As I did a customary survey of the room, I noticed most of the ladies were wearing very conservative, mostly black, gowns or evening dresses. I congratulated myself in my mind, and smugly thought “Ha! I do know something about appropriate attire.”
We walked through the obligatory receiving line, greeting the various dignitaries, and then at the end of the line were ushered toward the main hall. Just as soon as we entered the room, my wife and I were suddenly besieged by a small group of the local Croatian media. “Didn’t see that coming,” I thought. Initially, the camera and the interviewer turned to me, “fall back on your training” I murmured to myself, trying to remember back to some of the media training I had earlier in my career. So, I started into my “I’m a U.S. diplomat from Washington and I’m here to help” spiel. No sooner had I started, the cameraman and interviewer abruptly lifted and shifted from me (too boring-just another stiff Embassy official) and focused instead on my lovely wife.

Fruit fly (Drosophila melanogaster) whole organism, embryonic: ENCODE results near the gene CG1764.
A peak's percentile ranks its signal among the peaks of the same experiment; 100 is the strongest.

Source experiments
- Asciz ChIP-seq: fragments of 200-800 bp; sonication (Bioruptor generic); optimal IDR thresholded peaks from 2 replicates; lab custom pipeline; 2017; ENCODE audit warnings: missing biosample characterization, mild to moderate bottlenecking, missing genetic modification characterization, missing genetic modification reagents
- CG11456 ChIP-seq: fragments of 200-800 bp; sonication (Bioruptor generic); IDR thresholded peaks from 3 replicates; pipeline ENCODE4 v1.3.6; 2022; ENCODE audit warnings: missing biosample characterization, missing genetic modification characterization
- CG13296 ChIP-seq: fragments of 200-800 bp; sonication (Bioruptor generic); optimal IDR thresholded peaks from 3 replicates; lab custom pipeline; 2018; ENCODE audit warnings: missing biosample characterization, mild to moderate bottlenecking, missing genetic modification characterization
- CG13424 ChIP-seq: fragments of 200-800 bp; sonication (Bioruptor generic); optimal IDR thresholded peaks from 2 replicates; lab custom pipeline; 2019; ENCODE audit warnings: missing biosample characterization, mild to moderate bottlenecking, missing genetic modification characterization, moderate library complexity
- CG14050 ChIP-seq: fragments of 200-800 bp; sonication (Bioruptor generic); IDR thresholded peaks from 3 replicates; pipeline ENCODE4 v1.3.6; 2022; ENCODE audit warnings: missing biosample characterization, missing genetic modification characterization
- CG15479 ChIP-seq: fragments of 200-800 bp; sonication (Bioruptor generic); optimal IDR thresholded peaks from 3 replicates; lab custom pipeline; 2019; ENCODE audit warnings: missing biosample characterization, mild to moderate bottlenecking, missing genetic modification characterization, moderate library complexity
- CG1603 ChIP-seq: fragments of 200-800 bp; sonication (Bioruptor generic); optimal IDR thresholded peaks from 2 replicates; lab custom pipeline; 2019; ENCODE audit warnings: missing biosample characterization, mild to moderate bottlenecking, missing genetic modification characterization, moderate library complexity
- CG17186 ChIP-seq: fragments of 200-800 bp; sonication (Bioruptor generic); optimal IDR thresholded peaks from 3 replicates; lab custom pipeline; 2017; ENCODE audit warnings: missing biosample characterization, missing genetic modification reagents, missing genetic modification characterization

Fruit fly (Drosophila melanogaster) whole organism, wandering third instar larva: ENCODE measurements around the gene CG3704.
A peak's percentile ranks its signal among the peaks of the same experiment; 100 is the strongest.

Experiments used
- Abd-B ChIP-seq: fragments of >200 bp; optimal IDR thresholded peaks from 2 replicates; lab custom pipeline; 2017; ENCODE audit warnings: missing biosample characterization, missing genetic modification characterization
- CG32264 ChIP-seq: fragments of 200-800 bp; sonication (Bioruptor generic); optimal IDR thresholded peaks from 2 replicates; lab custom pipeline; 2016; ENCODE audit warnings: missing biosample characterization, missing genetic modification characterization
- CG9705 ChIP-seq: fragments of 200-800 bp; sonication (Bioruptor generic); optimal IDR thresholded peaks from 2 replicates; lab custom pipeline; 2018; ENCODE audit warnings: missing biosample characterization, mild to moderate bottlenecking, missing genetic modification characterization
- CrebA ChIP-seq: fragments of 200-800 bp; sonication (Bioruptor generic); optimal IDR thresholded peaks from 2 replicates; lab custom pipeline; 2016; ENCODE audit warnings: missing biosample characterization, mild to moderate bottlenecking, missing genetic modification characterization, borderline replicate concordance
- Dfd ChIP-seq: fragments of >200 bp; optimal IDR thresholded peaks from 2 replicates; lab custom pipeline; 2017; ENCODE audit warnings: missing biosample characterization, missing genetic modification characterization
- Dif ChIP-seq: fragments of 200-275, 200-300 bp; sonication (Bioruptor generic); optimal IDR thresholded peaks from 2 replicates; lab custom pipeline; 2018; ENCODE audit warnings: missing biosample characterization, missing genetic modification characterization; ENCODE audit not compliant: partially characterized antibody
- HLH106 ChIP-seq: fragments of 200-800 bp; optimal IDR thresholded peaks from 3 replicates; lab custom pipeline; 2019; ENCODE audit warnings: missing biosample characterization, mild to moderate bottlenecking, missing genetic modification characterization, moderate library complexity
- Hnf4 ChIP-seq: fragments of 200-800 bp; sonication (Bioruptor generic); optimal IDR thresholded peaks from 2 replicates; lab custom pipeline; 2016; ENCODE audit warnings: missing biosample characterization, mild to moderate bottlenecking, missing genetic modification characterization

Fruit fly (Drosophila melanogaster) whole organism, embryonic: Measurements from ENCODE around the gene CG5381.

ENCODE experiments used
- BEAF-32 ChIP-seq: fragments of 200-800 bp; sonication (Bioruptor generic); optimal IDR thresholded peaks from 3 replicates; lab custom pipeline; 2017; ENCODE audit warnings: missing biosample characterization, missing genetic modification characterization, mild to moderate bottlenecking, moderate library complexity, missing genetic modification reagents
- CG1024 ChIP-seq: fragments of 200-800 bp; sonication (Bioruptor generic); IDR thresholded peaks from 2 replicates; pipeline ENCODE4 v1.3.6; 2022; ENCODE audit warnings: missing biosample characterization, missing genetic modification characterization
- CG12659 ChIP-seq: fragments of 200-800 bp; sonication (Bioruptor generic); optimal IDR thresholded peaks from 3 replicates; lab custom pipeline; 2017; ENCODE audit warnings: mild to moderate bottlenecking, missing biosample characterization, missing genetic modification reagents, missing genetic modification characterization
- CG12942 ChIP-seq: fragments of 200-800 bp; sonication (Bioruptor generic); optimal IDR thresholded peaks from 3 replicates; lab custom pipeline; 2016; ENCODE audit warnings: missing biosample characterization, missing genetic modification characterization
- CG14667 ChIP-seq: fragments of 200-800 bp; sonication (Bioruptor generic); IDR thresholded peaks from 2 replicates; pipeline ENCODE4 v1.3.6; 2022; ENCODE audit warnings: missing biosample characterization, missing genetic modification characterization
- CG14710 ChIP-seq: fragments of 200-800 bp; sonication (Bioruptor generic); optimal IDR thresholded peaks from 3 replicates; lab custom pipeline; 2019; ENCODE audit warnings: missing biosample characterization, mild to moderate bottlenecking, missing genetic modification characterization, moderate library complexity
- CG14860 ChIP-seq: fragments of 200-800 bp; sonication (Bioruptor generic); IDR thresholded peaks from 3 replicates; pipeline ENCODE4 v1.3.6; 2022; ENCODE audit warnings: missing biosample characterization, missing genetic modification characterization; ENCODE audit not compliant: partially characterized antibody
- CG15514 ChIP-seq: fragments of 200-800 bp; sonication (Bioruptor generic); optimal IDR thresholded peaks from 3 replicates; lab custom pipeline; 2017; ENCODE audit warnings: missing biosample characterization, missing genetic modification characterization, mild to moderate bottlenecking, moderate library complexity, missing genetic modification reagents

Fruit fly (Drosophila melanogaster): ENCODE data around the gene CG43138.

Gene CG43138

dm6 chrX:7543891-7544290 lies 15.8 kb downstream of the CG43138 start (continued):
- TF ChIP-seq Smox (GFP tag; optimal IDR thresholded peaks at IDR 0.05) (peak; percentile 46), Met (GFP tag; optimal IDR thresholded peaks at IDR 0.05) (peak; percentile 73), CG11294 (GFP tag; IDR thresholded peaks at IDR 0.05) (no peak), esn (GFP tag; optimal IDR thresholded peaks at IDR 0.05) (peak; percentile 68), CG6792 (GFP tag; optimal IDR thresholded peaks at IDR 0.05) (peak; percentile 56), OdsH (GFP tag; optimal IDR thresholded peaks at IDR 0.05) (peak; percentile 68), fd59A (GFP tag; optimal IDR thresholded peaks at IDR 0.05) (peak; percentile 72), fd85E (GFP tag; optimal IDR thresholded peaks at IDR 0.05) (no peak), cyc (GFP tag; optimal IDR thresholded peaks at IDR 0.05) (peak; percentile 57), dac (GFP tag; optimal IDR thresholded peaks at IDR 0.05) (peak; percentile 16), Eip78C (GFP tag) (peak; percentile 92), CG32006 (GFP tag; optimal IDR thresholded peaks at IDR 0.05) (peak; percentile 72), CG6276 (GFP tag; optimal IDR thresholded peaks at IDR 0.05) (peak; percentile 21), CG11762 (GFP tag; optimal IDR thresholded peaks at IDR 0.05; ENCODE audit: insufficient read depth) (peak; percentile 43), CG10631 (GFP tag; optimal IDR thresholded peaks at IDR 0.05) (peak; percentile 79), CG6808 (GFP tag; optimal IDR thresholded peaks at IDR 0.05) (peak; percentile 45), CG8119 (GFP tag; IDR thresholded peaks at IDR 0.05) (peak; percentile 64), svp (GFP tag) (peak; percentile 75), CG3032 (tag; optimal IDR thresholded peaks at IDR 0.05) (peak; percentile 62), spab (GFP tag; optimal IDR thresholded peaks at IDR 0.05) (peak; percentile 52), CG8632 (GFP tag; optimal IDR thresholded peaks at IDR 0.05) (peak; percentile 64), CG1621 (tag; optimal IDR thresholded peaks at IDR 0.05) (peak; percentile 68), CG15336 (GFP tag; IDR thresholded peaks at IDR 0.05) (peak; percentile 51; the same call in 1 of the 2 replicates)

It turned out this particular group was from Glamour Café, a popular Croatian television program. They had been invited to the Marine Corps Ball to highlight what was clearly one of the top social events of the year, and they were eager to profile some of the guests. They immediately and absolutely LOVED my wife’s gown and fawned over her, asking questions about who the designer was, was it expensive, where she obtained it, and so on. This went on for about 5 minutes as my wife very gracefully and modestly explained about the dress, downplayed that it was anything but store-bought and off the racks and how she felt it was nice to add a little color to these types of social events. As I stood in the background, I was in awe and very proud of my wife. She displayed humility and warmth while being engaging and even entertaining. After a few additional questions, the interviewer thanked my wife and said the segment would be aired on the local television fashion program that same evening.